The role of substantia nigra pars reticulata and subthalamic nucleus in mediating posture, movement, and seizure susceptibility: An interspecies comparison between rat and monkey
The neurons of the substantia nigra pars reticulata (SNpr) provide neuronal output from the basal ganglia and are subject to control from the subthalamic nucleus (STN). Most of the knowledge concerning the functional neuroanatomy of this system derives from rodent studies. The present series of studies sought to extend findings about basal ganglia function gained from rodent studies into primates.
Inhibition of rodent SNpr function is known to evoke contralaterally-directed postural and motor asymmetry, and to produce an anticonvulsant effect. To date there have been no site-specific behavioral studies of inhibition of rodent STN function. The first goal of these studies was to evaluate the site-specific effects of focal inhibition of rat STN. Microinjection of a GABAA receptor agonist (muscimol, 200 pmol) into rat STN produced a site-specific, contralaterally-directed postural asymmetry and protected against limbic motor seizures. These effects are consistent with convergent evidence that in the rat the STN provides an excitatory projection to SNpr.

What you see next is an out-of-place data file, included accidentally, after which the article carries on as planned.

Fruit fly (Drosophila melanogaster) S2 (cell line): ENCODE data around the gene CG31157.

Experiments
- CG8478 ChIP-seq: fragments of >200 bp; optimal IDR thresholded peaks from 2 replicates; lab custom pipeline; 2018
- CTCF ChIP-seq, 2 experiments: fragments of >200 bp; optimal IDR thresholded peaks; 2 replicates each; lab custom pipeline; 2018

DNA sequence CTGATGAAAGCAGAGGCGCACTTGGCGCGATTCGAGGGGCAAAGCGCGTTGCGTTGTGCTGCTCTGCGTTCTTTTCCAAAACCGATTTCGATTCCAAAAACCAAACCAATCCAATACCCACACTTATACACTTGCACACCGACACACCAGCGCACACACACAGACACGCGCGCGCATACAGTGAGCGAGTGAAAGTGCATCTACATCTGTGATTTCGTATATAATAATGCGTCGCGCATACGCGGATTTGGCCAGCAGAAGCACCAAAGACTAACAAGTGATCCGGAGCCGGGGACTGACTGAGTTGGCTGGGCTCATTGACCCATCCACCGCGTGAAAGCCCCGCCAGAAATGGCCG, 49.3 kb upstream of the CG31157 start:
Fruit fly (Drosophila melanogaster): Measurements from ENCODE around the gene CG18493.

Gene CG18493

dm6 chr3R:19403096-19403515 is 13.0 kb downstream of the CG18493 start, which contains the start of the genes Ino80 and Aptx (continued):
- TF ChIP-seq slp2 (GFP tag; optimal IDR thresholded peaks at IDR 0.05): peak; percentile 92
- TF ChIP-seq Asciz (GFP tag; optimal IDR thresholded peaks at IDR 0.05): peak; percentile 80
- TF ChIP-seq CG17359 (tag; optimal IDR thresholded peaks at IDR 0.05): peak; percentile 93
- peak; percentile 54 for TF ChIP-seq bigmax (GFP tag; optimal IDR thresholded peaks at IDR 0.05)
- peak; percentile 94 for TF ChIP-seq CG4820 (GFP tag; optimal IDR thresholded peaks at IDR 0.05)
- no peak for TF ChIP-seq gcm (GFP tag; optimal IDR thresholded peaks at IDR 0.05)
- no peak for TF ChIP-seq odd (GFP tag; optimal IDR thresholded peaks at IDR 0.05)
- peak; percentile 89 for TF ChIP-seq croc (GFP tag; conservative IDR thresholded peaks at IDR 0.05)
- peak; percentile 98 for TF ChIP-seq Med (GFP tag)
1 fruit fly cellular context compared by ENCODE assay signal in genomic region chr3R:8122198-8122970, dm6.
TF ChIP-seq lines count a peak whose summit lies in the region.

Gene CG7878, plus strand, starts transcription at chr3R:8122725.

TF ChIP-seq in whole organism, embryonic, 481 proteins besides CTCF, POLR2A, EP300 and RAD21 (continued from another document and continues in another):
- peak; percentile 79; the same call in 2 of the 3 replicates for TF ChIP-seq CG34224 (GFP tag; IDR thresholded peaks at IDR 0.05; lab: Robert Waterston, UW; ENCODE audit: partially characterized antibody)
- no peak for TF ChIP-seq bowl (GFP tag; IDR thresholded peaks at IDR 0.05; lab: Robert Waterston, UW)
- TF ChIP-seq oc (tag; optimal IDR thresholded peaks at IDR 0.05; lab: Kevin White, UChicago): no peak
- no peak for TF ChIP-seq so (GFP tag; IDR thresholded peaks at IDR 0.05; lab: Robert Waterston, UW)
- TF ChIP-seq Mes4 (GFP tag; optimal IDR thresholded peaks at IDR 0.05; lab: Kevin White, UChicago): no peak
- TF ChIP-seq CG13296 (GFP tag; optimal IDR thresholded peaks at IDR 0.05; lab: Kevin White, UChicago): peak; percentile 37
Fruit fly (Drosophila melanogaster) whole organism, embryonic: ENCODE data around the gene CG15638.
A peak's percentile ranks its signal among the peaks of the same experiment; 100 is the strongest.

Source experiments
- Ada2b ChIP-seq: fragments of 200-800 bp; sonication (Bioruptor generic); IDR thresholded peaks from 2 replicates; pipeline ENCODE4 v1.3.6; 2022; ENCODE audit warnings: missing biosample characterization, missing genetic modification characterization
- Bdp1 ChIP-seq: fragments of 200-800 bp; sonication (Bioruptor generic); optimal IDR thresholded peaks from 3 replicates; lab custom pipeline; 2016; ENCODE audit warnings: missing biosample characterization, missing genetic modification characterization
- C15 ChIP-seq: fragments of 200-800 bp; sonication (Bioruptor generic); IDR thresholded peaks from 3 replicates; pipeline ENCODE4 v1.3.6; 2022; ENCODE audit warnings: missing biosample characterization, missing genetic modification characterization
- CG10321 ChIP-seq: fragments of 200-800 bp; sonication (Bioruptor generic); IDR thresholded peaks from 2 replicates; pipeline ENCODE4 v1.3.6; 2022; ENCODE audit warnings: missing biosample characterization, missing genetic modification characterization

The second aim of the present experiments was to extend these findings into the non-human primate by injecting muscimol (9nmol) into various locations within SNpr or STN in freely moving monkeys. Depending upon the location within SNpr, unilateral injections of muscimol induced contralateral choreiform dyskinesias, or contralaterally-directed dystonic postures. Furthermore, bilateral microinjection of muscimol (4.5 nmol) into SNpr protected against focally-evoked seizure manifestations. These effects are similar in nature to effects obtained with inhibition of the SNpr in the rat.
In contrast to results in the rat, however, injections of muscimol into the primate STN produced no behavioral abnormalities, whereas injections of GABA antagonist (bicuculline, 20 nmol) evoked contralateral hemiballistic dyskinesias. These findings suggest that unlike the rat, the primate STN exerts a negative influence on SNpr vis a vis the control of posture and movement, and argue against the direct extrapolation of results obtained from rodents to primates. Further, pharmacological manipulation of the monkey SNpr and STN provide novel models for producing dyskinetic and dystonic syndromes, and these areas may serve as targets for the treatment of such pathologies as Huntington's chorea, Parkinson's disease, dystonia, and epilepsy.